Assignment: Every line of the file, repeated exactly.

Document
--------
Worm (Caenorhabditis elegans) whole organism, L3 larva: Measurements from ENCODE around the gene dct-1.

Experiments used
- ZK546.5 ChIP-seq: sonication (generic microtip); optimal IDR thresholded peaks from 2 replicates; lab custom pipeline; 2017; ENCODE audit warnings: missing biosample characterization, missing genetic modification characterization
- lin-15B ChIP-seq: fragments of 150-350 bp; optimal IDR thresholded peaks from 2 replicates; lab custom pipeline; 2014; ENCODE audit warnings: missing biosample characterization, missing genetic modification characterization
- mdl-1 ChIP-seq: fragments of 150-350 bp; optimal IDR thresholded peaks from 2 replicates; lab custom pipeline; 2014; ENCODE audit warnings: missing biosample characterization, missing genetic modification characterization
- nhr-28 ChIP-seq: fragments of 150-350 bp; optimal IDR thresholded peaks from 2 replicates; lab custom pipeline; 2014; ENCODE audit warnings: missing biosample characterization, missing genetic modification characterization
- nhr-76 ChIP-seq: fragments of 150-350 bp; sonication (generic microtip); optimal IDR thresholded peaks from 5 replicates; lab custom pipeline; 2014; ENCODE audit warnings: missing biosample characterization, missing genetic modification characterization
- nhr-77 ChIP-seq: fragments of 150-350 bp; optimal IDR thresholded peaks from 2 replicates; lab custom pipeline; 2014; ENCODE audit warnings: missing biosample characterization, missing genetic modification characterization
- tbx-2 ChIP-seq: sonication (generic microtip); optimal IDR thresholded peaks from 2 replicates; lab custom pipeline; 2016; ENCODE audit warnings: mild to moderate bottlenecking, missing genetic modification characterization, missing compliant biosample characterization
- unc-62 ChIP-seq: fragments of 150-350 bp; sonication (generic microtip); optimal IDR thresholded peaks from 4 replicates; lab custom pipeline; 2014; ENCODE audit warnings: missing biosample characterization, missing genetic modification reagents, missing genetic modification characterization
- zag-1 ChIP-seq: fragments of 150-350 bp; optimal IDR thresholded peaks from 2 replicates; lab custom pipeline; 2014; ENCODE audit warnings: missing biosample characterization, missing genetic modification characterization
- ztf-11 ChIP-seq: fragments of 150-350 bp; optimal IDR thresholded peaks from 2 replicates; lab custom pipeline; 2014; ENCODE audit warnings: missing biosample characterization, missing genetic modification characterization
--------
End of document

Worm (Caenorhabditis elegans) whole organism, L3 larva: Measurements from ENCODE around the gene dct-1.

Experiments used
- ZK546.5 ChIP-seq: sonication (generic microtip); optimal IDR thresholded peaks from 2 replicates; lab custom pipeline; 2017; ENCODE audit warnings: missing biosample characterization, missing genetic modification characterization
- lin-15B ChIP-seq: fragments of 150-350 bp; optimal IDR thresholded peaks from 2 replicates; lab custom pipeline; 2014; ENCODE audit warnings: missing biosample characterization, missing genetic modification characterization
- mdl-1 ChIP-seq: fragments of 150-350 bp; optimal IDR thresholded peaks from 2 replicates; lab custom pipeline; 2014; ENCODE audit warnings: missing biosample characterization, missing genetic modification characterization
- nhr-28 ChIP-seq: fragments of 150-350 bp; optimal IDR thresholded peaks from 2 replicates; lab custom pipeline; 2014; ENCODE audit warnings: missing biosample characterization, missing genetic modification characterization
- nhr-76 ChIP-seq: fragments of 150-350 bp; sonication (generic microtip); optimal IDR thresholded peaks from 5 replicates; lab custom pipeline; 2014; ENCODE audit warnings: missing biosample characterization, missing genetic modification characterization
- nhr-77 ChIP-seq: fragments of 150-350 bp; optimal IDR thresholded peaks from 2 replicates; lab custom pipeline; 2014; ENCODE audit warnings: missing biosample characterization, missing genetic modification characterization
- tbx-2 ChIP-seq: sonication (generic microtip); optimal IDR thresholded peaks from 2 replicates; lab custom pipeline; 2016; ENCODE audit warnings: mild to moderate bottlenecking, missing genetic modification characterization, missing compliant biosample characterization
- unc-62 ChIP-seq: fragments of 150-350 bp; sonication (generic microtip); optimal IDR thresholded peaks from 4 replicates; lab custom pipeline; 2014; ENCODE audit warnings: missing biosample characterization, missing genetic modification reagents, missing genetic modification characterization
- zag-1 ChIP-seq: fragments of 150-350 bp; optimal IDR thresholded peaks from 2 replicates; lab custom pipeline; 2014; ENCODE audit warnings: missing biosample characterization, missing genetic modification characterization
- ztf-11 ChIP-seq: fragments of 150-350 bp; optimal IDR thresholded peaks from 2 replicates; lab custom pipeline; 2014; ENCODE audit warnings: missing biosample characterization, missing genetic modification characterization